“The status quo is not going to cut it,” declared the challenger.
Obama in turn accused his rival of seeking to “double down” on economic policies that actually led to the devastating national downturn four years ago — and of evasiveness when it came to prescriptions for tax changes, health care, Wall Street regulation and more.
Click to see a debate transcript.
The economy dominated the evening, as it has the race for the White House all year. Pre-debate opinion polls showed Obama with a slight advantage in key battleground states and nationally.
Layla Shipman, public relations director for the Republican Party of Floyd County, said felt like Romney reached some of those undecided voters.
“I think that tonight Romney proved to some of the independents in our party who didn’t know him that well why he is our nominee and why he is the right man for the job,” Shipman said. “I have been excited for this election but I am extremely fired up for it tonight.”
She thought Romney made some great points Wednesday night, including the waste of money that could have gone toward funding a better way for the United States to end its dependence on foreign oil.
With early voting already under way in dozens of states, Romney was particularly aggressive in the 90-minute event that drew a television audience likely to be counted in the tens of millions — like a man looking to shake up the campaign with a little less than five weeks to run.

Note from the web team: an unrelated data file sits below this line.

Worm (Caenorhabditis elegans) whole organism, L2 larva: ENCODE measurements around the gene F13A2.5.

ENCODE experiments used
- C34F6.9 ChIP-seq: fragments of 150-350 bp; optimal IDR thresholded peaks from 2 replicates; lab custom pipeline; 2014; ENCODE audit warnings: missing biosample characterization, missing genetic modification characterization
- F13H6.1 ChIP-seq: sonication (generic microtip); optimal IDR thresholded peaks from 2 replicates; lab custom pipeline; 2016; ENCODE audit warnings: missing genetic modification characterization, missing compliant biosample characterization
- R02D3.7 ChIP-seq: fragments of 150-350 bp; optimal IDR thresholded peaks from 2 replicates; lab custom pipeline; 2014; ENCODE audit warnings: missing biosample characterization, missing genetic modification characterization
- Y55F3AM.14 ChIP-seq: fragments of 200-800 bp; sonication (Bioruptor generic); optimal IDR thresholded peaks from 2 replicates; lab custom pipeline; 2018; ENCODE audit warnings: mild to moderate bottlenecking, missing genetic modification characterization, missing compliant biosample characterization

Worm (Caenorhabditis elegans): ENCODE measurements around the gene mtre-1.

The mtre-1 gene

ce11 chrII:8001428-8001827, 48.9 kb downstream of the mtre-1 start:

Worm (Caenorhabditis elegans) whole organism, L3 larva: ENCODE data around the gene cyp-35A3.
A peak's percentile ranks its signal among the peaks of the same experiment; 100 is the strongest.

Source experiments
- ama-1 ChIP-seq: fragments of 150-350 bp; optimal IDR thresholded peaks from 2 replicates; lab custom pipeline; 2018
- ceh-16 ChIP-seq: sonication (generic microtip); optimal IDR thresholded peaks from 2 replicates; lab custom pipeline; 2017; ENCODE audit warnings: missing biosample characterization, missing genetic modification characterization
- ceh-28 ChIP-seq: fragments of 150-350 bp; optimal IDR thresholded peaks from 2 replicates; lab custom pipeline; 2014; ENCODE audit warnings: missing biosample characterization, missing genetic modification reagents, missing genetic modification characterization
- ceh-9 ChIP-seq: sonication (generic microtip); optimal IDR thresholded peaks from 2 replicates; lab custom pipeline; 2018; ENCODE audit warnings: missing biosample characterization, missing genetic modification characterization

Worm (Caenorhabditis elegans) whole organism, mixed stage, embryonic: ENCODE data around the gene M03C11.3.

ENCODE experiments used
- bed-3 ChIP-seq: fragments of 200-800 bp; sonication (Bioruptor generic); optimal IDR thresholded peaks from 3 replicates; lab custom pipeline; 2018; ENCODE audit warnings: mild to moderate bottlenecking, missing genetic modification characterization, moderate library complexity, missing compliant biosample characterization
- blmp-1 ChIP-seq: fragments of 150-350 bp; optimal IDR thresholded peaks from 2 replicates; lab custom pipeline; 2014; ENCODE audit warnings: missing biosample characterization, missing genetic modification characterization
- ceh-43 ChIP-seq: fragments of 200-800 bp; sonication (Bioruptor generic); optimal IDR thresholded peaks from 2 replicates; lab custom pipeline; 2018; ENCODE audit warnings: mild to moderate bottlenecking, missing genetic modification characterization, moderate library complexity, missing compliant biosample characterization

Romney said he had plans to fix the economy, overhaul the tax code, repeal Obama’s health care plan and replace it with a better alternative, remake Medicare, pass a substitute for the legislation designed to prevent another financial crash and reduce deficits — but he provided no new specifics despite Obama’s prodding.
Said Obama: “At some point the American people have to ask themselves: Is the reason Governor Romney is keeping all these plans secret, is it because they’re going to be too good? Because middle class families benefit too much? No.”
Wendy Davis, an officer for the Democratic Party of Floyd County, agreed that Romney was vague and contradictory on his plans for if he is elected president, including the details on his tax cut proposal and how he wants to repeal Obama’s health care bill.
“I think those of us who have followed the election didn’t hear anything new tonight,” Davis said. “But it will be interesting to see those who haven’t been following the election if what was presented tonight will be believable to them.”
For Davis, Romney seemed to be presenting more of the same from his party.
“I found it astounding that he can lack such specificity in his plans and present nothing that past Republican presidents haven’t tried before and got us in the mess that we are in,” she said.
The two presidential rivals are scheduled to debate again on Oct. 16 in Hempstead, N.Y., and Oct. 22 in Boca Raton, Fla.
Vice President Joe Biden and Republican Rep. Paul Ryan of Wisconsin have one debate, Oct. 11 in Danville, Ky. Both men have already begun holding practice sessions.
Staff Writer Jeremy Stewart contributed to this report.